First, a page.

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    Iran’s Military Eyes Upgrades Including Drone With VTOL Capability, Ship With Vertical Launch System

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    Facing decades of sanctions following the Revolution of 1979, Iran's arms industry has developed a broad range of domestic analogues to advanced foreign weapons designs.

    Iran’s Islamic Revolutionary Guard Corps expects to test a new UAV with Vertical Takeoff and Landing (VTOL) capability next month, Gen. Ali Koohestani, director of the IRGC Ground Forces’ Research & Self-Sufficiency Jihad Organisation, has announced.

    The new drone, set to be tested between September 23 and October 22, is currently in the feasibility stage, and has been tasked to include both VTOL and conventional take-off and landing capability, Koohestani said, speaking to the Tasnim News Agency.

    “We have good infrastructure in this area, and thanks to the improved qualifications of our specialists we can have a say in the creation of UAVs,” the officer noted.

    Koohestani confirmed that domestically-made drones are already embedded with the artillery corps to provide laser guidance to forces on the ground, and noted that engineers in his charge have made significant progress in developing and manufacturing a broad range of military equipment, from artillery shells to aerial refueling equipment, to anti-tank weapons, assault rifles, tanks and jamming equipment.

    Destroyer With VLS

    Separately, Rear Admiral Hossein Khanzadi, commander of the Iranian Navy, announced Monday that the Damavand destroyer, which suffered damage after crashing into a jetty in January 2018 during a storm, would soon be back in service, fitted with vertical launch missile launcher systems and advanced radar systems.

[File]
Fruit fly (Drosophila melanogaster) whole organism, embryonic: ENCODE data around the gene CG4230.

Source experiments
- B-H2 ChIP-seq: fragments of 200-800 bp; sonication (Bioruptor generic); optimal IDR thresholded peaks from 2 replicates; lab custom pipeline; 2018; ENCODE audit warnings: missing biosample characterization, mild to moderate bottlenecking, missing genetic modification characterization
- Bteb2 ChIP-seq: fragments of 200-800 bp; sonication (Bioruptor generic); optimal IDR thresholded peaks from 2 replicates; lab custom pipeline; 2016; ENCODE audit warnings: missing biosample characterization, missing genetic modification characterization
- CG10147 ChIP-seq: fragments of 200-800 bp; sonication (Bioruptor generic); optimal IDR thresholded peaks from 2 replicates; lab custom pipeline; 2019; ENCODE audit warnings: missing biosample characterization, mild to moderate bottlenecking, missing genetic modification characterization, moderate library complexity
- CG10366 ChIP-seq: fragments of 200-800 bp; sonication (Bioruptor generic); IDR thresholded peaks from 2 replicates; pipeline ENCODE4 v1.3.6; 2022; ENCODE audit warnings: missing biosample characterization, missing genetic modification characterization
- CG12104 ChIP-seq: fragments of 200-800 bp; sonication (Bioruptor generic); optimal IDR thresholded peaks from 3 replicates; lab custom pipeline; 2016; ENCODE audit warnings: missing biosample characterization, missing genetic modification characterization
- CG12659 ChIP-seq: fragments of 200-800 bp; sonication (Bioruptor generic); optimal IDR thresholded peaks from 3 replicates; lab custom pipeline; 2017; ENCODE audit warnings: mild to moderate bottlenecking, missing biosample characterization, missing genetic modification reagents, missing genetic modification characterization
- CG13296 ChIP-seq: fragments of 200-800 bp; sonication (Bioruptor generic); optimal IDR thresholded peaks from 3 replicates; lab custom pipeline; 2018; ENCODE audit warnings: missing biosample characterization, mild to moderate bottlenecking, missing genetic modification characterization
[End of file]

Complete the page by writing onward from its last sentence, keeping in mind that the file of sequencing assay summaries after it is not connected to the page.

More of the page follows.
"The destroyer has been fully revived and this has been done in 18 months," the commander said, speaking at the opening of the 2019 International Army Games in southern Iran. "The destroyer has been equipped with new weapons and we are seeking to equip [it] with vertical launch system missiles," he added.

    In spite of its limited resources, Iran has become the producer of a wide range of military equipment, from drones and air defence systems to missiles to communications equipment. Last month, Iran’s ground forces reported that they had received a batch of Mohajer-6 surveillance and combat drones, with the drones, first introduced in 2018, previously available only to the IRGC.

    Long-standing tensions between Iran and the US escalated to a boiling point on June 20, after the IRGC shot down a $220 million US spy drone in the Strait of Hormuz. President Trump later confirmed that the incident brought the two countries to the brink of war, saying he called off ‘retaliatory’ airstrikes just moments before they were set to start, deciding the likely deaths of as many as 150 Iranian servicemen wouldn’t be “proportionate” to the shoot down.

    Head of the Revolutionary Guard's aerospace division Gen. Amir Ali Hajizadeh looks at debris from what the division describes as the U.S. drone which was shot down on Thursday, in Tehran, Iran, Friday, June 21, 2019
    © AP Photo / Meghdad Madadi
    Head of the Revolutionary Guard's aerospace division Gen. Amir Ali Hajizadeh looks at debris from what the division describes as the U.S. drone which was shot down on Thursday, in Tehran, Iran, Friday, June 21, 2019

    Last week, a spokesman for US Central Command reiterated the US claim that the drone was shot down over international waters, and challenged Iran’s statement that it had warned the US repeatedly before firing on the errant UAV. The spokesman did not comment on whether Iran had warned the Poseidon P-8 spy plane with 35 airman onboard which was flying nearby, and which Iran said was also in range of its missiles, but spared from attack.

    Last month, the US Navy reported that the USS Boxer Wasp-class amphibious assault ship operating in the Gulf had destroyed at least one Iranian drone after it came within “threatening range” of the ship. Iran denied the claims, calling them “quite a big lie” and saying that the reports of the shootdown prompted the IRGC to check and recheck “several times with our different units” to ensure that no drones had been lost.

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